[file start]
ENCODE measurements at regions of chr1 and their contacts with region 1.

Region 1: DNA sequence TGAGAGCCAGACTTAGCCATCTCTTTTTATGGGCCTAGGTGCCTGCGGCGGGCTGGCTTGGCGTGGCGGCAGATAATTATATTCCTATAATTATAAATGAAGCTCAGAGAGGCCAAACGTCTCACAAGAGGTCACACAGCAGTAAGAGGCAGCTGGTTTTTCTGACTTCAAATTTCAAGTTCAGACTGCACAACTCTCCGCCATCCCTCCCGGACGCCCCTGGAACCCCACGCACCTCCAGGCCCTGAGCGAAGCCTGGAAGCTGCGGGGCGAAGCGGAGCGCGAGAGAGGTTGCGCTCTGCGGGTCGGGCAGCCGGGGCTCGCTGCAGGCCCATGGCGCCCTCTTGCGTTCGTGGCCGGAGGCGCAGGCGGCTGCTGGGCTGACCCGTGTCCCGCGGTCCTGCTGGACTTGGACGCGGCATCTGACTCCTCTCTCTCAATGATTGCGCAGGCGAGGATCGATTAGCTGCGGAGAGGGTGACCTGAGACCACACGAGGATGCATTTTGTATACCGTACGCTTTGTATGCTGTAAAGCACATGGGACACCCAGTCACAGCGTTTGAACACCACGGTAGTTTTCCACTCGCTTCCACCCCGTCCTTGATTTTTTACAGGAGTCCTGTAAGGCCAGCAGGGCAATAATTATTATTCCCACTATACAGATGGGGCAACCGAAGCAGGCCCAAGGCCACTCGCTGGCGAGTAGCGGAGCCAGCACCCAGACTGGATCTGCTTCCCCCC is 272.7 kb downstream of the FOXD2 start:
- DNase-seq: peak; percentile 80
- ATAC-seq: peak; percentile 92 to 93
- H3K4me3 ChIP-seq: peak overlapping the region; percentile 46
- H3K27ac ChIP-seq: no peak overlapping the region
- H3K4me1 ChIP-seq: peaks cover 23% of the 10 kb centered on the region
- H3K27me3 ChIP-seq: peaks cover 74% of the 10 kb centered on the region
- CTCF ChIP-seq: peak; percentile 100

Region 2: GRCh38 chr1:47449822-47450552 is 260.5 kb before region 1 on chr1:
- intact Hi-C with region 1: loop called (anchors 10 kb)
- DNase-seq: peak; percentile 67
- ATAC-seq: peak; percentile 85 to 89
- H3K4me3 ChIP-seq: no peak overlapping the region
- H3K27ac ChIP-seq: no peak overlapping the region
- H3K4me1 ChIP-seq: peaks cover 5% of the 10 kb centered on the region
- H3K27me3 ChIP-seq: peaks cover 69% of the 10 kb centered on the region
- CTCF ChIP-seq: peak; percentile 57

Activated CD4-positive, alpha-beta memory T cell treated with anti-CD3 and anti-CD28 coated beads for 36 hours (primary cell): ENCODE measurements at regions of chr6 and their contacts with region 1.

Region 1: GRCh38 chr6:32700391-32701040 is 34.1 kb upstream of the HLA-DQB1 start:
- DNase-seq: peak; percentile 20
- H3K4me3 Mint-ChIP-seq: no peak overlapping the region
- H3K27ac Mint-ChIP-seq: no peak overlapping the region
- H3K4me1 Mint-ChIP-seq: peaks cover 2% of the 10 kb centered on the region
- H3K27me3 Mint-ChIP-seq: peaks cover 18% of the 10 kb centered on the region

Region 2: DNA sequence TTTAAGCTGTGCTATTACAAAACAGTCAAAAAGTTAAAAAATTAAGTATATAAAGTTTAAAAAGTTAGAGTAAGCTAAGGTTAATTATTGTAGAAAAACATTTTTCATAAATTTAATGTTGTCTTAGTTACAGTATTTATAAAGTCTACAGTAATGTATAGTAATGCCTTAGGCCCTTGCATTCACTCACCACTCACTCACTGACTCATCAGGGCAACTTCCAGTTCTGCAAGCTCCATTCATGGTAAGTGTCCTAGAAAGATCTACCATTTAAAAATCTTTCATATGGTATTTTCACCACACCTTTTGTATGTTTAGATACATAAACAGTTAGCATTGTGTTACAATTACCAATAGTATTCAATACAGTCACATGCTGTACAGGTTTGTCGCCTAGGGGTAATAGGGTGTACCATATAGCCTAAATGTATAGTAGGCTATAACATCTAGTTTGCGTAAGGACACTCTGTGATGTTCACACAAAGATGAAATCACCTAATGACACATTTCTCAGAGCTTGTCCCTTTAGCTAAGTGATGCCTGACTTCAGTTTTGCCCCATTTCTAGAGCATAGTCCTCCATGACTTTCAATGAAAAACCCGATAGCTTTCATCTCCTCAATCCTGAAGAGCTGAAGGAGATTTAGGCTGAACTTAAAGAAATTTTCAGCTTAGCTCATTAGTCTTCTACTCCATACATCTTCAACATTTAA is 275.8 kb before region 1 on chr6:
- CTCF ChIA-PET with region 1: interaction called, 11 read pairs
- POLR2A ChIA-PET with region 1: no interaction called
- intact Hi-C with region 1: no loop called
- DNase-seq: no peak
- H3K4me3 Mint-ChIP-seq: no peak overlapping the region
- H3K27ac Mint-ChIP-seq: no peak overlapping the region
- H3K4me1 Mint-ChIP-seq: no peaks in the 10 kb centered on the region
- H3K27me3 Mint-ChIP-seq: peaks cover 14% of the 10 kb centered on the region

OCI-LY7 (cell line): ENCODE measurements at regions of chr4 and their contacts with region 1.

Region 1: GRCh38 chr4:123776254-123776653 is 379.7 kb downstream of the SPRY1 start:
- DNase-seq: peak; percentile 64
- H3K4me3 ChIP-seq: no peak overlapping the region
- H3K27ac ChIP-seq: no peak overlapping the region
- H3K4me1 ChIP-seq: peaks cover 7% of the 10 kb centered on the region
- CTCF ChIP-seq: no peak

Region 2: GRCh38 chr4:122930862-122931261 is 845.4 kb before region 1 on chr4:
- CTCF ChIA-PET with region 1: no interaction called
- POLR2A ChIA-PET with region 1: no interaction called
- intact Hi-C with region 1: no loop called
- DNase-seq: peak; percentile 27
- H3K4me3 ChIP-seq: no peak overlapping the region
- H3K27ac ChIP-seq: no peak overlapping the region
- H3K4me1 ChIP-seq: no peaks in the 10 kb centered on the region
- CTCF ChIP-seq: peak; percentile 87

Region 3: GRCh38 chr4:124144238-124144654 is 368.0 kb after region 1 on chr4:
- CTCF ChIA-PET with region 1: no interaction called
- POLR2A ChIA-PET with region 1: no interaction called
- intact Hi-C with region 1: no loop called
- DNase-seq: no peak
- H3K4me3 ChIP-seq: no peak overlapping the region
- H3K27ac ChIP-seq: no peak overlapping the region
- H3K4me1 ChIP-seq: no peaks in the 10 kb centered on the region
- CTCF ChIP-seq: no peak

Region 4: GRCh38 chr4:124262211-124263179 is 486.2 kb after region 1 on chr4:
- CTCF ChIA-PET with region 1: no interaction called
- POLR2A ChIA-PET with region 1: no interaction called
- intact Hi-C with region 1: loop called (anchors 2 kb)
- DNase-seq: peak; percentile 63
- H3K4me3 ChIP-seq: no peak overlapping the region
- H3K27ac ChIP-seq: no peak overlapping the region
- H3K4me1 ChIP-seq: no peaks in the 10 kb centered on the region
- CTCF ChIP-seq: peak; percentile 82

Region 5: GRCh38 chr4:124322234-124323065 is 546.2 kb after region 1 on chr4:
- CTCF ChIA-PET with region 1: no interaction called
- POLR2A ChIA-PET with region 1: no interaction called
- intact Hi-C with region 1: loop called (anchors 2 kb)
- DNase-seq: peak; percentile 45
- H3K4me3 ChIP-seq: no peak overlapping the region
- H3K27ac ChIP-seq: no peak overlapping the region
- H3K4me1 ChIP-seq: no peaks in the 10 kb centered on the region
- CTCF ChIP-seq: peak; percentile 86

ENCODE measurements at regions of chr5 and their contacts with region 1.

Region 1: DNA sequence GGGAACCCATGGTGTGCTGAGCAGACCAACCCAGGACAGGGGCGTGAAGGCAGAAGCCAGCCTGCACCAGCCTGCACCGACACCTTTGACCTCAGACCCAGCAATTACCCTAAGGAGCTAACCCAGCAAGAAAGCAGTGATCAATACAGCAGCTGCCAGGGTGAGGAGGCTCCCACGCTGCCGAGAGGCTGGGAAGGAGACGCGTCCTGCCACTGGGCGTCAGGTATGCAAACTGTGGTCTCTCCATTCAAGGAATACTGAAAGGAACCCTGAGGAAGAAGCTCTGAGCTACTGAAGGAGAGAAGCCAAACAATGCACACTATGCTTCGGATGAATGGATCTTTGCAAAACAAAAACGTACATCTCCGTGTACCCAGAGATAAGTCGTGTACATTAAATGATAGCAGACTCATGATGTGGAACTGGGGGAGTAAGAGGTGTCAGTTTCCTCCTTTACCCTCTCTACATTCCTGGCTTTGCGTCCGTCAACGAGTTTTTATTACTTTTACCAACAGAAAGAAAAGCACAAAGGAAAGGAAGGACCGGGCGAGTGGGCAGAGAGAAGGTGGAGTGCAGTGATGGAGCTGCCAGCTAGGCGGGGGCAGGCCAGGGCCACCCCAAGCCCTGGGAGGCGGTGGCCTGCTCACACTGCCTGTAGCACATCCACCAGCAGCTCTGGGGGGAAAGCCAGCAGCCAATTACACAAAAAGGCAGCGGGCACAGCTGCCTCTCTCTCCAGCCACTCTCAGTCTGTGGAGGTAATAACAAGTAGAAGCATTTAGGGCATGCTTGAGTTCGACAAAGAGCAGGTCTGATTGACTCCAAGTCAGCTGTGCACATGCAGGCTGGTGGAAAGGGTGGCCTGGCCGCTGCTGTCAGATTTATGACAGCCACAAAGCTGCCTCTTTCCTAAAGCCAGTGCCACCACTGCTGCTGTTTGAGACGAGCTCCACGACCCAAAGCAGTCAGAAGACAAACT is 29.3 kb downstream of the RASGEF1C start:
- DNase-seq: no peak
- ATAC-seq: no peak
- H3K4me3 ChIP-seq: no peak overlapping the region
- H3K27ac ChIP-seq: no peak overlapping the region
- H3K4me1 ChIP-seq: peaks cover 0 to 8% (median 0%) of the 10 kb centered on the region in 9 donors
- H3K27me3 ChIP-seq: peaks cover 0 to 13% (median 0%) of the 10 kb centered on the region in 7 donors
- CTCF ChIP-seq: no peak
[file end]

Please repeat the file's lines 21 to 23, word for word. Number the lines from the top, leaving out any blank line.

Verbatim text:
- DNase-seq: peak; percentile 20
- H3K4me3 Mint-ChIP-seq: no peak overlapping the region
- H3K27ac Mint-ChIP-seq: no peak overlapping the region